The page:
Bargaining Power of Customers

Customers can exert influence on producers. Where there are a small number of buyers, for example, or a predominant/single buyer, the producer’s opportunities for action are limited. In the situation where one customer accounts for a significant proportion of a supplier’s business, then the one customer can exert considerable influence and control over the price and quality of the products that it buys. Such firms can demand the highest specification in products, with tight delivery times (for just-in-time manufacturing and hence reducing the cost of raw material inventories) and customized products.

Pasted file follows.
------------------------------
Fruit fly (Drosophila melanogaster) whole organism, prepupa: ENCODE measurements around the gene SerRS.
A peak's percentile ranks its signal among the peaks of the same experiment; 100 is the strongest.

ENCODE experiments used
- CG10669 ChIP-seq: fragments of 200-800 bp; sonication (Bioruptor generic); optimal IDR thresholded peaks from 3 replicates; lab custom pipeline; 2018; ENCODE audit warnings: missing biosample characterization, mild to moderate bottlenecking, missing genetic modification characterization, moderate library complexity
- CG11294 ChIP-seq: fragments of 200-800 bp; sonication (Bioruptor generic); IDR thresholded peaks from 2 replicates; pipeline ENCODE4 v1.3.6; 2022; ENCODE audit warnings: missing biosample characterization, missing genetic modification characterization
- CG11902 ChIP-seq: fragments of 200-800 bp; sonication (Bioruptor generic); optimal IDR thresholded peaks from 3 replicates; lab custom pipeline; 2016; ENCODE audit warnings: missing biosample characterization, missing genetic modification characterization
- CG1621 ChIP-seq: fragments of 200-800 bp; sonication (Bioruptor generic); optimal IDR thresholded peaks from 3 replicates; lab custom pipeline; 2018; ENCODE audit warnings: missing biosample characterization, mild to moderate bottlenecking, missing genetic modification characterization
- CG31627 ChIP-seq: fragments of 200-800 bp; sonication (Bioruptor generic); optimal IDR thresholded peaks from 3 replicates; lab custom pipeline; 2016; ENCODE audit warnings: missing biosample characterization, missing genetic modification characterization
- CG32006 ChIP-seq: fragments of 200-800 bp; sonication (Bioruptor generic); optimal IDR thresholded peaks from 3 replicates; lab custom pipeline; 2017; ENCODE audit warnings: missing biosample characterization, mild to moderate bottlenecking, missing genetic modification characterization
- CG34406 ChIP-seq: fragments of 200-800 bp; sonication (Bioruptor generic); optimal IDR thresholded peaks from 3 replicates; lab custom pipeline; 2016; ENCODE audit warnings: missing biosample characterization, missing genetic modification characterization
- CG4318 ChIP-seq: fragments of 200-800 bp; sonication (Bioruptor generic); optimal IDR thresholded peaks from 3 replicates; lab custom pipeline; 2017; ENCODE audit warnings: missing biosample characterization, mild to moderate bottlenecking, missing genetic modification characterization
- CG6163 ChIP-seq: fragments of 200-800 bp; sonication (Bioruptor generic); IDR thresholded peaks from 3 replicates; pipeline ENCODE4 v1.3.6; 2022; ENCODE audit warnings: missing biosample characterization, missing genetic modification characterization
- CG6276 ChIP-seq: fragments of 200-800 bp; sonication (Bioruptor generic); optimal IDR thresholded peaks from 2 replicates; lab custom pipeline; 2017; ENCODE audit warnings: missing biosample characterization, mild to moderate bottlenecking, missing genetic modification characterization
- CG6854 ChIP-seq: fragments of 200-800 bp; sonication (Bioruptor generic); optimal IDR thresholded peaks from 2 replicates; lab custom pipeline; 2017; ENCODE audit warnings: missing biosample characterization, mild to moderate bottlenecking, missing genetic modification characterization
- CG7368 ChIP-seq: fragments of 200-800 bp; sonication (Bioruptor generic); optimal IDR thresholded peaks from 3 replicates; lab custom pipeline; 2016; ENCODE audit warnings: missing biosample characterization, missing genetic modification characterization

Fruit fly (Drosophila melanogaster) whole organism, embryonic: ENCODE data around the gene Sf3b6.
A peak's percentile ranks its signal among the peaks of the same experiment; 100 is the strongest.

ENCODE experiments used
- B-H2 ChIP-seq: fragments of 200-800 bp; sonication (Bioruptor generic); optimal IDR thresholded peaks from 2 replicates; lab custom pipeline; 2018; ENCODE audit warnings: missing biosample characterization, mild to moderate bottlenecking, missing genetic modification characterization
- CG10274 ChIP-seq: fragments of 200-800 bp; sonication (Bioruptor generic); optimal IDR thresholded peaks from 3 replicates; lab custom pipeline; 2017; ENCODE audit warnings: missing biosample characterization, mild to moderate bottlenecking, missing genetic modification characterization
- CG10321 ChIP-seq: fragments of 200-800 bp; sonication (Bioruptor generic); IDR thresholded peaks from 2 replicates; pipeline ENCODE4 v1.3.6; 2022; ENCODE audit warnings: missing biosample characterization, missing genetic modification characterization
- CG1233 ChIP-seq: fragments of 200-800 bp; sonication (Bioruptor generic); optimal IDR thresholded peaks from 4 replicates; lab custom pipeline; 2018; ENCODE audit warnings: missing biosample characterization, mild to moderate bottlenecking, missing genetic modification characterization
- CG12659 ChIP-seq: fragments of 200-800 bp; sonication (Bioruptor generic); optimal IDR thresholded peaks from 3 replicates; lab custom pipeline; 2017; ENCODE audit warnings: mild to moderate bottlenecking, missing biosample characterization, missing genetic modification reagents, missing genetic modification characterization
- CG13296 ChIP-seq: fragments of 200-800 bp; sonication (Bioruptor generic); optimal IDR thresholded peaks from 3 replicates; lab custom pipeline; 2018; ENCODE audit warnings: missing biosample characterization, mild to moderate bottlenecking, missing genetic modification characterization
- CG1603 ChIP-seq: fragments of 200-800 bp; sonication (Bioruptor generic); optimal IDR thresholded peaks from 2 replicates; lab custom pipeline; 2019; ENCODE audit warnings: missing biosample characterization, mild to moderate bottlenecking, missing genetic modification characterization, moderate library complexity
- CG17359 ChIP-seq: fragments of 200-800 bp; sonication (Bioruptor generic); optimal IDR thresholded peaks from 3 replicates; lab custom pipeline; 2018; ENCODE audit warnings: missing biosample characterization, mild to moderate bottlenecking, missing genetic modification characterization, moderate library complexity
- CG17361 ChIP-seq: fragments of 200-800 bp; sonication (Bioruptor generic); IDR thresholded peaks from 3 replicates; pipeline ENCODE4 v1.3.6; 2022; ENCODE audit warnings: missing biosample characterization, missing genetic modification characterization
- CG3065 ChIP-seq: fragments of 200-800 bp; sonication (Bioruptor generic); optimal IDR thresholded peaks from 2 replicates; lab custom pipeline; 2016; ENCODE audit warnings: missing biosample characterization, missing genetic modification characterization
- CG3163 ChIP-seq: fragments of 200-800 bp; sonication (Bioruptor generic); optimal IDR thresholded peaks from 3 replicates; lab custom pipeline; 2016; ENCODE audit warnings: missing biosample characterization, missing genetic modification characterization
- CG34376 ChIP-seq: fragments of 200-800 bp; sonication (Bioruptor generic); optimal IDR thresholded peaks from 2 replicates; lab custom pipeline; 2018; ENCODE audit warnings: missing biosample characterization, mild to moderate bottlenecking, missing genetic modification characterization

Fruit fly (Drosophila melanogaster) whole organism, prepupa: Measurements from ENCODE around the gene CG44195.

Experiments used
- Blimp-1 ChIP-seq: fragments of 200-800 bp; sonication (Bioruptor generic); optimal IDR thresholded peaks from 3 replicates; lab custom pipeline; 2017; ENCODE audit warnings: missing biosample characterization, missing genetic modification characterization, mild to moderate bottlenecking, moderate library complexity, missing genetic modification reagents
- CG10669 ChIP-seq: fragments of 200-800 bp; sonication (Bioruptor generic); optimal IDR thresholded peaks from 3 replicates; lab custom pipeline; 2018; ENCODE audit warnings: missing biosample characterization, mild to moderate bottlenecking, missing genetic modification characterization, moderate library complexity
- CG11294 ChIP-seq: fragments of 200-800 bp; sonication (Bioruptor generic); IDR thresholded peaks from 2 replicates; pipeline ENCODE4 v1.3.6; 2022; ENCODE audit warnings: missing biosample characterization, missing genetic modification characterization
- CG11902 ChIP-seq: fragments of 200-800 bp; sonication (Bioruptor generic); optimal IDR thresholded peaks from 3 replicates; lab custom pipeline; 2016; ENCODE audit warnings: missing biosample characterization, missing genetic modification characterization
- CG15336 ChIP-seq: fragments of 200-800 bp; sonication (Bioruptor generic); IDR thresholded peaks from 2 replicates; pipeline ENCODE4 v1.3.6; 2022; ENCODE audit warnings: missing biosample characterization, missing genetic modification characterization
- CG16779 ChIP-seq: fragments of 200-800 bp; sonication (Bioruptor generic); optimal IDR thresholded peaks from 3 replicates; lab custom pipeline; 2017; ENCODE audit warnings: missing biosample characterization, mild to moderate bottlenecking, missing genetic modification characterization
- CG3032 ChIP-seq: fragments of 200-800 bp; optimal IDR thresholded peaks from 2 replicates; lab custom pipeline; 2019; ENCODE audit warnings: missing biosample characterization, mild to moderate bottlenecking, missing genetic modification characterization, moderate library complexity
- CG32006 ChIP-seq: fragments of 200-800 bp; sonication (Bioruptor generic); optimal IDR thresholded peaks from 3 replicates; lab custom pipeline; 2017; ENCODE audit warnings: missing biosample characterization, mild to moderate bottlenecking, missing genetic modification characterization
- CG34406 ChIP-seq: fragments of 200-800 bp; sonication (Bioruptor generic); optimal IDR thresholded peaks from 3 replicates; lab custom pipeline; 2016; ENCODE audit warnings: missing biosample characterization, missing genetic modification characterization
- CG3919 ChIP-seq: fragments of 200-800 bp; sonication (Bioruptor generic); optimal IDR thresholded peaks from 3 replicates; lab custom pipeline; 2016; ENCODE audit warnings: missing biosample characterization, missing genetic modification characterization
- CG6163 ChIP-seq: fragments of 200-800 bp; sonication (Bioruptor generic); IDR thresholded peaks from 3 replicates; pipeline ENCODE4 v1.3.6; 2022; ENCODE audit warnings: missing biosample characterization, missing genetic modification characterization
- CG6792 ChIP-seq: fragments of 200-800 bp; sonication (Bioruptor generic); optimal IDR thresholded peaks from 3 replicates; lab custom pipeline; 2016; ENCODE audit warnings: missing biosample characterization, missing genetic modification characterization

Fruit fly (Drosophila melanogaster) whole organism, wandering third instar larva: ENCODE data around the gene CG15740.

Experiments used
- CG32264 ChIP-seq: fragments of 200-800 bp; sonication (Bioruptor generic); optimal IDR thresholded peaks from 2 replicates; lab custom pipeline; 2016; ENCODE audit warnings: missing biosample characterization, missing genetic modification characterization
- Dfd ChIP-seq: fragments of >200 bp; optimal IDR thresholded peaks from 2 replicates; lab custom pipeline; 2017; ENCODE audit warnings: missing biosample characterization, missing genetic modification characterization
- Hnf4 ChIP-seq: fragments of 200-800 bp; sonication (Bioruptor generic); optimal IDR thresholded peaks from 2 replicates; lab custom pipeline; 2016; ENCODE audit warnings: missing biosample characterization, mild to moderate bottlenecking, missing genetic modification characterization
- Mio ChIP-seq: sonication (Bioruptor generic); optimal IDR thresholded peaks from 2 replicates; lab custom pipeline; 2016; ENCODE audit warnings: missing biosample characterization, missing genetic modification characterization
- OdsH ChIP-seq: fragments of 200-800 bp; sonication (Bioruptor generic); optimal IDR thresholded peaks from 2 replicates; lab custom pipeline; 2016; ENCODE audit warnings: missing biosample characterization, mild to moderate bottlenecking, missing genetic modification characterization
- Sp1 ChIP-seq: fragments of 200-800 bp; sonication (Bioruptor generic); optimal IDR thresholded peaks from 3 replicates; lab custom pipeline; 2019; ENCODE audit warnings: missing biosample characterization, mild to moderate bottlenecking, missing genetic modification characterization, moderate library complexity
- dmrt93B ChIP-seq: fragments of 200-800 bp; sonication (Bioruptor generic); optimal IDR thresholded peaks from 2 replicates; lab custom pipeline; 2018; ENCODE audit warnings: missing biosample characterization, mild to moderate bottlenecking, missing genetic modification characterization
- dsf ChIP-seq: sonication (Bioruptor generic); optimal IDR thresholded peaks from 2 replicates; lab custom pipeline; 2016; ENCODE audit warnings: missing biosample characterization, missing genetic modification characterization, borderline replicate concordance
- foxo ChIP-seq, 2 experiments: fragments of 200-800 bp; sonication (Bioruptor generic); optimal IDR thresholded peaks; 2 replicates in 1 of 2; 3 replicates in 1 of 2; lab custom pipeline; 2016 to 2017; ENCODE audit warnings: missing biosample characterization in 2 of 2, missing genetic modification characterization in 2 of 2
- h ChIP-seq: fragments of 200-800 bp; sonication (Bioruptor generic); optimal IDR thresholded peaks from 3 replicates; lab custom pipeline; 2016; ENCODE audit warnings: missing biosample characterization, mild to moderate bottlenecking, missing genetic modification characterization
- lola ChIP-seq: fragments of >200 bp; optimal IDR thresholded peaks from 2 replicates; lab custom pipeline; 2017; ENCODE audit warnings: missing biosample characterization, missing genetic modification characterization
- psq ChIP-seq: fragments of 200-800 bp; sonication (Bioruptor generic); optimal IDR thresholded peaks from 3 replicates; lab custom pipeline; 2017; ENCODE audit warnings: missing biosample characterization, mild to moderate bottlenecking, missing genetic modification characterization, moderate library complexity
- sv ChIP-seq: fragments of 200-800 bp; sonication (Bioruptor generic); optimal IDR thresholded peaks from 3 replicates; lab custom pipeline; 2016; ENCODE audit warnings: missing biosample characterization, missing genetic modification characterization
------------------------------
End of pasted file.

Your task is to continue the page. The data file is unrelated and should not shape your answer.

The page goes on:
Buyers exert pressure in industries by hunting for lower prices, higher quality, additional service and through demands for improved products and services. In general, the greater the bargaining power of buyers, the less advantage sellers will have. Not all buyers have equal bargaining power with sellers; some may be less sensitive than others to price, quality or service. For example, in the clothing industry, major manufacturers confront significant customer power when they sell to retail chains like Marks and Spencer and Burton. However, they can get much better prices selling to small owner-managed boutiques.

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